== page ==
Wednesday, 25 July 2012

Who Makes a Better Referee?

NHL players, coaches and team executives who firmly support fighting in the game will tell you the enforcer role is needed to police the game.  The game is too fast and the on-ice officials can’t catch all the cheap shots so the players need to take matters into their own fists.  So who is better at controlling the game, the NHL referee or the team enforcer?

First a little background on our alternatives:

NHL referees have likely spent a decade or more working through various levels of hockey in order to get to the big league.  In most cases they have played some competitive hockey, are excellent skaters and have officiated thousands of games as part of their experience.   Mandatory courses were required in order for them to be promoted into the next level and they would have been regularly tested for fitness and knowledge.  A top NHL referee can make over $200,000 per year.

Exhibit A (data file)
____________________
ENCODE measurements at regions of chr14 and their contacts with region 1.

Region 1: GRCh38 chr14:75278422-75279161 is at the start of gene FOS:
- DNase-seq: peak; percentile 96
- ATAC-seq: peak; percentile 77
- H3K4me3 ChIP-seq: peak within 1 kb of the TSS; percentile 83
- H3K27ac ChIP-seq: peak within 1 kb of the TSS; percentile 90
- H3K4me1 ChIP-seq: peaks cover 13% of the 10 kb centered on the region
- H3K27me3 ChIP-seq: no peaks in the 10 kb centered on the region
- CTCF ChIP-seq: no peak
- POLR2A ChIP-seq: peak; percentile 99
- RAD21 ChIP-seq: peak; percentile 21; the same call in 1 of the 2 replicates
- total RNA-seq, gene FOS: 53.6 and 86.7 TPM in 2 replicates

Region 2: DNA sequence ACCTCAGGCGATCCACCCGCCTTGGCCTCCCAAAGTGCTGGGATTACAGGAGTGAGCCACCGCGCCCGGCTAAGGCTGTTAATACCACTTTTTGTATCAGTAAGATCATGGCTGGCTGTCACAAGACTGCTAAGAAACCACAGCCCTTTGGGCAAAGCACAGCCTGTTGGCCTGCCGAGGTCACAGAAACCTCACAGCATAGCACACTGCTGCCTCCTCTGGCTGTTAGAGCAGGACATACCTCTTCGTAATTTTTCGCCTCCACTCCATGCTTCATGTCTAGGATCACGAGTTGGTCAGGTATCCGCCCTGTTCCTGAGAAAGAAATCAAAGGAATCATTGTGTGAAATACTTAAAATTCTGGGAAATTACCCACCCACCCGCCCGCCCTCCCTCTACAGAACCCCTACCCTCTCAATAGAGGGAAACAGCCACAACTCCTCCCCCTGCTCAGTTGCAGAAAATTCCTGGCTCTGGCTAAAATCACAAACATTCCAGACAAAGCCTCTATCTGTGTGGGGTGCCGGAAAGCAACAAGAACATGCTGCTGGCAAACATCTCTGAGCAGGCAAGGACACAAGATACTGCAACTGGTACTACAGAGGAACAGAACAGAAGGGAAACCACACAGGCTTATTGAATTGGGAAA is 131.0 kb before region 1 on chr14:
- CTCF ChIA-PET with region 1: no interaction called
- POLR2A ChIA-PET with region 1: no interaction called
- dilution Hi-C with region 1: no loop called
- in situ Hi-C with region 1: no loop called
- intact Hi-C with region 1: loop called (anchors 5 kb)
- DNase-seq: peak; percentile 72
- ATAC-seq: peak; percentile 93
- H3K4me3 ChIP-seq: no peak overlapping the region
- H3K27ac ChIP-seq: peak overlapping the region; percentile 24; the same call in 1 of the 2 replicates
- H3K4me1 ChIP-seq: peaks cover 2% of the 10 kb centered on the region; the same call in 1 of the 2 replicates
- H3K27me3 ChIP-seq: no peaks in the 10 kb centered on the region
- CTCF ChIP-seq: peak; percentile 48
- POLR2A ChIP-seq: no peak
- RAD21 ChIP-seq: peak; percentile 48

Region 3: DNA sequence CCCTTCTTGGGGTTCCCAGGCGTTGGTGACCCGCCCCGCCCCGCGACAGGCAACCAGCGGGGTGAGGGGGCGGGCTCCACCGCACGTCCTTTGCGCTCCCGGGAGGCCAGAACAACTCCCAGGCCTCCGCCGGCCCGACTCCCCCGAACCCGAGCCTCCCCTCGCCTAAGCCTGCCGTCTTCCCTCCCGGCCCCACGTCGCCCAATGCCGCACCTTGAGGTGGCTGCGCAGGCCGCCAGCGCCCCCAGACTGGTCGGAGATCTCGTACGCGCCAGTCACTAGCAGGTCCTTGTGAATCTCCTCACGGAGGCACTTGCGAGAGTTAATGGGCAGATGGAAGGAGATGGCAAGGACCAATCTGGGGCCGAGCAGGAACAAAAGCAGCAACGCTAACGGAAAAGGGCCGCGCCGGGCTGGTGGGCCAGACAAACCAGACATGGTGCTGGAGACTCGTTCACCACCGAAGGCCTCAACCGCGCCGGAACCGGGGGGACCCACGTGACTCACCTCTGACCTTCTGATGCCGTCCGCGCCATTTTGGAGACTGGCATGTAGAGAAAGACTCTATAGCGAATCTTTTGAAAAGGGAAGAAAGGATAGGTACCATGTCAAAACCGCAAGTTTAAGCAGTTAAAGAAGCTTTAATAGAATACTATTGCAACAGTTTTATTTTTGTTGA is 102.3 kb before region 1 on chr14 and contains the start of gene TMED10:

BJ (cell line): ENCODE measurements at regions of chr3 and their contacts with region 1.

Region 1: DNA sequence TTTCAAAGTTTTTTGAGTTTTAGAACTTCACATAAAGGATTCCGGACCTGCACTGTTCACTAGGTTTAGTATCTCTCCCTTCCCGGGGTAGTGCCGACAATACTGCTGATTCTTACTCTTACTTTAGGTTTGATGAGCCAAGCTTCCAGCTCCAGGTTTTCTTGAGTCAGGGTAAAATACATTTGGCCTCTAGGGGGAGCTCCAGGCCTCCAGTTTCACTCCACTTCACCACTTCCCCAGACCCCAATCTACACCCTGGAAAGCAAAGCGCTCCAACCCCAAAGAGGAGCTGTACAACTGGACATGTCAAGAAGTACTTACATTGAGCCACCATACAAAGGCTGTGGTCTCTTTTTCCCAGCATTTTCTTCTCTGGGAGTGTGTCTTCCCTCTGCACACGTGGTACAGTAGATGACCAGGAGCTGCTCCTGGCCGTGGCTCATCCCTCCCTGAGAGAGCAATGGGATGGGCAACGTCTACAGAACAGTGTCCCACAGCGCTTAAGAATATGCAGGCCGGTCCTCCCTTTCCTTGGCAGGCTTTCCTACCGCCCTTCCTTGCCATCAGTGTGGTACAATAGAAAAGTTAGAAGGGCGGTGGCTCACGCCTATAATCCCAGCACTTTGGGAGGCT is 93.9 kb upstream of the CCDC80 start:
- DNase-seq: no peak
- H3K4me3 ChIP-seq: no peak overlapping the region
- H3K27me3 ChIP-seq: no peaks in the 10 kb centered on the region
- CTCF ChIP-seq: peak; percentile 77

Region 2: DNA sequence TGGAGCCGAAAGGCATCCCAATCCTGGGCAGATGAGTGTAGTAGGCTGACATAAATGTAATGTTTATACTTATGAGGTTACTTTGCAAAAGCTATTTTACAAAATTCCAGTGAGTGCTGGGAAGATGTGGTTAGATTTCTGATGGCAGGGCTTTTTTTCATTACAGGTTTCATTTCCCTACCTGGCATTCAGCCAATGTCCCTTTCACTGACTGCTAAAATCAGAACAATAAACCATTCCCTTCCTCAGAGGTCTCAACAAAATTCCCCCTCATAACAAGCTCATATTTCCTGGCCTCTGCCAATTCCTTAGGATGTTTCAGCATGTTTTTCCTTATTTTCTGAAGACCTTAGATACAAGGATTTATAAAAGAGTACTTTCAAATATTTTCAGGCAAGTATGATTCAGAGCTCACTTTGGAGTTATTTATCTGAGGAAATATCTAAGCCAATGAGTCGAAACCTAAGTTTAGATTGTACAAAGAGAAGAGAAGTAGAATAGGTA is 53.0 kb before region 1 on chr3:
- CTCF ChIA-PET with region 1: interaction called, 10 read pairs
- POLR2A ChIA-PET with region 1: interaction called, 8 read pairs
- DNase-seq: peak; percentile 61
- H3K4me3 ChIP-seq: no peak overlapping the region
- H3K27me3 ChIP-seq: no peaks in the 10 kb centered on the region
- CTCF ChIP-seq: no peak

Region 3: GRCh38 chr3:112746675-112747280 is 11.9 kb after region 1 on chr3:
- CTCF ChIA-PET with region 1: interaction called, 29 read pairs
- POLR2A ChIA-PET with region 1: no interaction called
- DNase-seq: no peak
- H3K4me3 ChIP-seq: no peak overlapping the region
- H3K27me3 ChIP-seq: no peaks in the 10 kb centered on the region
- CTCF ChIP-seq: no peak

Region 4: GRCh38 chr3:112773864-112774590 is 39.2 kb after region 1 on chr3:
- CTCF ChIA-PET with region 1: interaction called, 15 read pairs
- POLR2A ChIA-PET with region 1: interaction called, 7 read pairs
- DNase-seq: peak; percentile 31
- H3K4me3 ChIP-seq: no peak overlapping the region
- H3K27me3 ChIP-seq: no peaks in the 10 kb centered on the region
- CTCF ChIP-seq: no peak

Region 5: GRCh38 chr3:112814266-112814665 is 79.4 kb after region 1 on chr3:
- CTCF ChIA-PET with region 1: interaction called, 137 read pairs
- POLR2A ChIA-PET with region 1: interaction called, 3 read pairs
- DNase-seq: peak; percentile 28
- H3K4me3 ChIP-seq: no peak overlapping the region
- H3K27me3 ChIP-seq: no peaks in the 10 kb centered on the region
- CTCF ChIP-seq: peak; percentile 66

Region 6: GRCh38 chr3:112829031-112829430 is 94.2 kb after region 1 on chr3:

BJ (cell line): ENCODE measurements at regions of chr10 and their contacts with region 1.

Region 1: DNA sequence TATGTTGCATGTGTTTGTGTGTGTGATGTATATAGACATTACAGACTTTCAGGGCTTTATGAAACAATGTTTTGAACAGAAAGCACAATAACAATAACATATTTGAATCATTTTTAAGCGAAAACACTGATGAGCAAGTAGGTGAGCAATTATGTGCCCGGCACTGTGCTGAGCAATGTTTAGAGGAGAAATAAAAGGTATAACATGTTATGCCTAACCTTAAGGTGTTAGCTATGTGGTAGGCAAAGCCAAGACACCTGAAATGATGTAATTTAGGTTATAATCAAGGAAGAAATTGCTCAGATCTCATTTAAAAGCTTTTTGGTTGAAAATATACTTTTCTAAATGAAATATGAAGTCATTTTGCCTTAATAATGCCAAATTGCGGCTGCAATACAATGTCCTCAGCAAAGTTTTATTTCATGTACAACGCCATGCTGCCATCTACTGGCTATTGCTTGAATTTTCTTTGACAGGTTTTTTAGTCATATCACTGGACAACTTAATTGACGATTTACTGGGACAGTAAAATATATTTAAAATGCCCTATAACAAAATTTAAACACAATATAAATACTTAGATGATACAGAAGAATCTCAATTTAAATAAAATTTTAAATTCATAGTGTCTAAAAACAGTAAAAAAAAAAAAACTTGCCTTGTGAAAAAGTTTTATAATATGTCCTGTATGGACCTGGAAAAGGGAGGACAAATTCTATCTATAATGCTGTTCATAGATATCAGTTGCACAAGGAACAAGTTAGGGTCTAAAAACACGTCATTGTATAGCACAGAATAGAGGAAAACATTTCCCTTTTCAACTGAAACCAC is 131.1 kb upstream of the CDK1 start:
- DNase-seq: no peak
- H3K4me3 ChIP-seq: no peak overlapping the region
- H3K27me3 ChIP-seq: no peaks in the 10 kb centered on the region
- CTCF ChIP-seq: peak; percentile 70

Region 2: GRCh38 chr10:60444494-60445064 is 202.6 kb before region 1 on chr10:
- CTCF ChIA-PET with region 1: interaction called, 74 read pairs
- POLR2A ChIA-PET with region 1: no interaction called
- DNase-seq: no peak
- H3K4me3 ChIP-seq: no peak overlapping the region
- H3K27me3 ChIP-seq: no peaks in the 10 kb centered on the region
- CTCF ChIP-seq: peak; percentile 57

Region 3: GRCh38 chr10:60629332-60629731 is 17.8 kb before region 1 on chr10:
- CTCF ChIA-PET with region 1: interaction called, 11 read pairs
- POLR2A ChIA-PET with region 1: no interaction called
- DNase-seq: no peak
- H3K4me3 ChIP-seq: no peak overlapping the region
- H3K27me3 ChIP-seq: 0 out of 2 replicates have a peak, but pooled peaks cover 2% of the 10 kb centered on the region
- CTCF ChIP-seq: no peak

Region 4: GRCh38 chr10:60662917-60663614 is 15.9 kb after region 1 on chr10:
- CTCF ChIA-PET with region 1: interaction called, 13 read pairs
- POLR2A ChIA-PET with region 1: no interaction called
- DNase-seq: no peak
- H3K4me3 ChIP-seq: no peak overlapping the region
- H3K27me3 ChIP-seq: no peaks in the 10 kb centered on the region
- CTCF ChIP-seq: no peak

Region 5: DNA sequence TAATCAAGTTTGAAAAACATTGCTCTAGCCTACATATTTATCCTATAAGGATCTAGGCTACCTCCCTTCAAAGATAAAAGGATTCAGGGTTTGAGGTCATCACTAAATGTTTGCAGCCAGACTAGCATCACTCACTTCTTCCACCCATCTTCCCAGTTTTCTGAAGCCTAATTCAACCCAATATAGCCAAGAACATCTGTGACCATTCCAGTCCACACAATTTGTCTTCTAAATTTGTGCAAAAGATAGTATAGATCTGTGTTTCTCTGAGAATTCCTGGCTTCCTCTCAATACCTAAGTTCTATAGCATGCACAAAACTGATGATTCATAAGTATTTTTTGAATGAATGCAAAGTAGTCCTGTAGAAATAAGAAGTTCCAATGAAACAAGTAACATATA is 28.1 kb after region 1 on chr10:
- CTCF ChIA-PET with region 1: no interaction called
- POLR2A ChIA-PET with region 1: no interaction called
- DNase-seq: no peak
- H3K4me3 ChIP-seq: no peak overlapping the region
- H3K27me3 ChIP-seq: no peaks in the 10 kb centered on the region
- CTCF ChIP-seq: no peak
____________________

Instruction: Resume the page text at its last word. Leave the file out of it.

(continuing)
NHL enforcers have also spent most of their life on skates.   Some would have been big stars in their local youth hockey league while others were just big.  At some point in junior hockey it’s likely a coach took them aside and told them that their only route to professional hockey was to start playing tough and go after the other team’s big guys who were also not going to make it on talent.   There are no courses for this role – it’s all on the job training where knowledge is hit and miss.  Literally.   Enforcers can make anywhere from $500,000 to over $1,000,000, as long as they stay at the NHL level.